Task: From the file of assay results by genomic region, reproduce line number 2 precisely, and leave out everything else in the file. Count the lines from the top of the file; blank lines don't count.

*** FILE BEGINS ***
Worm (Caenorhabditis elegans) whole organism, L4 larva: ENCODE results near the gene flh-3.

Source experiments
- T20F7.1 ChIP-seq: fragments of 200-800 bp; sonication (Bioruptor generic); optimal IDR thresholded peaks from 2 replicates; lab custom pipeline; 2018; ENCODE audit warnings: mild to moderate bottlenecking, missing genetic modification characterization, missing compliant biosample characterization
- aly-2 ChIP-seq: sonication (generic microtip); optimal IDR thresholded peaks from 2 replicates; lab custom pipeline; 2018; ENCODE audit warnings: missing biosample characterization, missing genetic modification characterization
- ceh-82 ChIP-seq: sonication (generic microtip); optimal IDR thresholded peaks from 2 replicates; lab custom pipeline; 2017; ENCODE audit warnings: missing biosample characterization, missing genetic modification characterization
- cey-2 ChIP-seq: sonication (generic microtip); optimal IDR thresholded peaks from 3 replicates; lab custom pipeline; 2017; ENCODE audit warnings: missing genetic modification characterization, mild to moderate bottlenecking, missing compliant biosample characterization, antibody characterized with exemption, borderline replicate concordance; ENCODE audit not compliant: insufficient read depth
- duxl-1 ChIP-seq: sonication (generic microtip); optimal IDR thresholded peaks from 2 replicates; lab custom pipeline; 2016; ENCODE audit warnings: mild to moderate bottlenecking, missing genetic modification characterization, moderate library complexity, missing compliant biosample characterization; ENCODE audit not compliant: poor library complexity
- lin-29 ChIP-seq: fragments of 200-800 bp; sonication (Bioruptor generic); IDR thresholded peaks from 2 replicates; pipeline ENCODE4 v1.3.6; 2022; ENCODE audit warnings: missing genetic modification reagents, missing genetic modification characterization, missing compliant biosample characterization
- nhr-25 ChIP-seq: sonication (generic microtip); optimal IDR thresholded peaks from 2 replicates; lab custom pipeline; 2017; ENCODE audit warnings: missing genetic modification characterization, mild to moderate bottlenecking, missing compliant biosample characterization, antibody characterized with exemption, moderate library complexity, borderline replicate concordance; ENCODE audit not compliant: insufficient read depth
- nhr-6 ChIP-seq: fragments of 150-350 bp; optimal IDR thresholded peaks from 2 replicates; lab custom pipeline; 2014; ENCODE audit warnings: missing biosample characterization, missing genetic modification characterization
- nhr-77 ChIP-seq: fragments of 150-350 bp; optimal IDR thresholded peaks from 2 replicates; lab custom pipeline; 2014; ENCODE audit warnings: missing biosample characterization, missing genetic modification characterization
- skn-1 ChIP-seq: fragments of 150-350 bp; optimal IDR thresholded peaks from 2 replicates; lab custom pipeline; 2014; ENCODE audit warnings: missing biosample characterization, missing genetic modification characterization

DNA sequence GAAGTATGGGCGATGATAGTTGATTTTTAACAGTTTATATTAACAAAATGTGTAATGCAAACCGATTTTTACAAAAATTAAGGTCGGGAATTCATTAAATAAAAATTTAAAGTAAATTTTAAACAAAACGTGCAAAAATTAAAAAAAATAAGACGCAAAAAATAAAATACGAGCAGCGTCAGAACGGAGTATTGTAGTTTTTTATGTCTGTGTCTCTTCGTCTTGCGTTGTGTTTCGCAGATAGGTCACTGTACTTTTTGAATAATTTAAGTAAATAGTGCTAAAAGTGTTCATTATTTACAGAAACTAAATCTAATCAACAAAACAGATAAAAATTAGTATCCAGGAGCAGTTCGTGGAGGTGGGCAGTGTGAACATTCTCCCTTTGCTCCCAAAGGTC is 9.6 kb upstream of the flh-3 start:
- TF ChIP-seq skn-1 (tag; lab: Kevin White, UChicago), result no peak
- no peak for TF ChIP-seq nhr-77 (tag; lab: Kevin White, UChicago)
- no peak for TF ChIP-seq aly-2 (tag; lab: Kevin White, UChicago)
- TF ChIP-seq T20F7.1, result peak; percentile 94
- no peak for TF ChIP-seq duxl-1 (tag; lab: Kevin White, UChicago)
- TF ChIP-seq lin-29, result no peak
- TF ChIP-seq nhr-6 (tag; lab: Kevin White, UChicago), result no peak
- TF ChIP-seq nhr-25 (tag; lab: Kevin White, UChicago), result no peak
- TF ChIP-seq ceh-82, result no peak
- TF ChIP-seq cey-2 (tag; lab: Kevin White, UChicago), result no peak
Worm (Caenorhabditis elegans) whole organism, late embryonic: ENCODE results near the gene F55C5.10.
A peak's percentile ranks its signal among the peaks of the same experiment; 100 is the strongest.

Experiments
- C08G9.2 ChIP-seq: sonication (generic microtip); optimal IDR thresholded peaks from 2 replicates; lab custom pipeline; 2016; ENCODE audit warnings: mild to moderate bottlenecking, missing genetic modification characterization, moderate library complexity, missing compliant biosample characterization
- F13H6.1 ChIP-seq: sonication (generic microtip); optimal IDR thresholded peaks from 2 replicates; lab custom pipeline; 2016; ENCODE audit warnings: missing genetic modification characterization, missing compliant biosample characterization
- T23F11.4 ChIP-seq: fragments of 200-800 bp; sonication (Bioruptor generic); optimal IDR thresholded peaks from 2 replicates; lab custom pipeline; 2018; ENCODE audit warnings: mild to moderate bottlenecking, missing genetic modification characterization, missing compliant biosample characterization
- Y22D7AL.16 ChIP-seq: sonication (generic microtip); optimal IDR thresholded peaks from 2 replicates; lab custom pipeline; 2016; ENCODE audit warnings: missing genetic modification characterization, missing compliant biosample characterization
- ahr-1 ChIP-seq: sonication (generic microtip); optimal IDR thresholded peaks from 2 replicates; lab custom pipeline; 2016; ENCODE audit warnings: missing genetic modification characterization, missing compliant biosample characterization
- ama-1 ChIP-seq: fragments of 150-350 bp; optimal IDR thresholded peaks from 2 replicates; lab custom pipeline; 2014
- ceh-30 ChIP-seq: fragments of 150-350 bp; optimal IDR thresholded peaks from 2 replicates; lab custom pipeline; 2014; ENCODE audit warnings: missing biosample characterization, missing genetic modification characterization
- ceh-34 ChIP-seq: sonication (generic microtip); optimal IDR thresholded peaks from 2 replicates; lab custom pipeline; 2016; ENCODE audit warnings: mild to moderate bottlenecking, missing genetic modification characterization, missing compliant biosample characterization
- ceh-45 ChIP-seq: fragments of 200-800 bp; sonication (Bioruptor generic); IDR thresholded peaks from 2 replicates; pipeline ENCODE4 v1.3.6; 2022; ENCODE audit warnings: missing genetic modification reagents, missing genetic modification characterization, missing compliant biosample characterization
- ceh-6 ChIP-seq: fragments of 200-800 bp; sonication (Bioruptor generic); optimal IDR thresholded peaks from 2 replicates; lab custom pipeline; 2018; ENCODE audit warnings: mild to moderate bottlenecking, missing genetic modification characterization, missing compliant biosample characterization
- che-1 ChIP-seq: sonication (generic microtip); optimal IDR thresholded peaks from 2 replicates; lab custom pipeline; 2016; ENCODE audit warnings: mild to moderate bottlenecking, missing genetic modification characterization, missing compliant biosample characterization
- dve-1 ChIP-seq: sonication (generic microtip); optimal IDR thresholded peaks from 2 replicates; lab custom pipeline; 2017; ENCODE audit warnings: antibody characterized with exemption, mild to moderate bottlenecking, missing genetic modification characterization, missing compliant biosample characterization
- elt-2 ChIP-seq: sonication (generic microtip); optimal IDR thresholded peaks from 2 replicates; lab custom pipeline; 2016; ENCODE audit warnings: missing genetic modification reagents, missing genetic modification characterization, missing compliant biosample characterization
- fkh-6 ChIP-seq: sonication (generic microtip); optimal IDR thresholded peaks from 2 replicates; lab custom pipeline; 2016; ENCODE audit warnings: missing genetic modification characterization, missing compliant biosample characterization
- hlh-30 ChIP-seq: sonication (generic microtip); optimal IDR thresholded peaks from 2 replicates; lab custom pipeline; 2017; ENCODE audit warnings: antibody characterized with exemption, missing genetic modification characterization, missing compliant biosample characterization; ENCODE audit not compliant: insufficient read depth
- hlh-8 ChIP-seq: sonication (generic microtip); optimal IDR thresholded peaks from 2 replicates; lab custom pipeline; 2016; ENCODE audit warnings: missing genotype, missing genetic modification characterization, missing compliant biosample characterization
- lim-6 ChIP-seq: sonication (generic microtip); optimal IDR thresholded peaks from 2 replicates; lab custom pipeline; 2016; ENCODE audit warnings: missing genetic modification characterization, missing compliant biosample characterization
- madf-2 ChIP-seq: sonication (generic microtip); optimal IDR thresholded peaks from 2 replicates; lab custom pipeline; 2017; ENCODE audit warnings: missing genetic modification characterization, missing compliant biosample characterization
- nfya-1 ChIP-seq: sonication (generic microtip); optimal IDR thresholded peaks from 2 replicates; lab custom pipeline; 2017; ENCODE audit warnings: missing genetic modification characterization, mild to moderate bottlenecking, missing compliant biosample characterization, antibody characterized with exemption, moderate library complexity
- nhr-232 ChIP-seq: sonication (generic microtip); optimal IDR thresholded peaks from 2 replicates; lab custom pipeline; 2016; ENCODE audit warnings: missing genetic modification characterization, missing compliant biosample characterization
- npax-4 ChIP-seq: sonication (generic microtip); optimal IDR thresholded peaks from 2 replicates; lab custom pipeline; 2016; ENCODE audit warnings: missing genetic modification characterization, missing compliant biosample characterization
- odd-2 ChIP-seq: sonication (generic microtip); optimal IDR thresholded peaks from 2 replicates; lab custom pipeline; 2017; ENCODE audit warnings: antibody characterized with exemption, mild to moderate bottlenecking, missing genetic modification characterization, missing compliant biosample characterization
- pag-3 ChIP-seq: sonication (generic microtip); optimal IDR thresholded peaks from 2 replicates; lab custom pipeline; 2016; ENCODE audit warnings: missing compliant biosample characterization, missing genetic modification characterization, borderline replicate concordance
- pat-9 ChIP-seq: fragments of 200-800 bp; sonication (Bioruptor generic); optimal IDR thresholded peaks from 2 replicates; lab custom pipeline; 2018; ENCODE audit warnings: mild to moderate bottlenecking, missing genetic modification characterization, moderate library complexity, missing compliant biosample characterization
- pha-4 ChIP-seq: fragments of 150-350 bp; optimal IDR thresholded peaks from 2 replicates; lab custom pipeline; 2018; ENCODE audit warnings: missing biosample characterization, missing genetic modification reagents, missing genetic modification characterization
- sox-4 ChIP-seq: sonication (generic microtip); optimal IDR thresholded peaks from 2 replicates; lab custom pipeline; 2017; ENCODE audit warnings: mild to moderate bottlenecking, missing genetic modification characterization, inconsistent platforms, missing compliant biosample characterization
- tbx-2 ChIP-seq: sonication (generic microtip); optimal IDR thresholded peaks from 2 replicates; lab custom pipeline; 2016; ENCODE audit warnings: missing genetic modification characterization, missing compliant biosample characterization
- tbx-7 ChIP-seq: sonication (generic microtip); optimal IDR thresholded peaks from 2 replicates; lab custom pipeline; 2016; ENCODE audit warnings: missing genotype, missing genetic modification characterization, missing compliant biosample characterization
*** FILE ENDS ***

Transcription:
Source experiments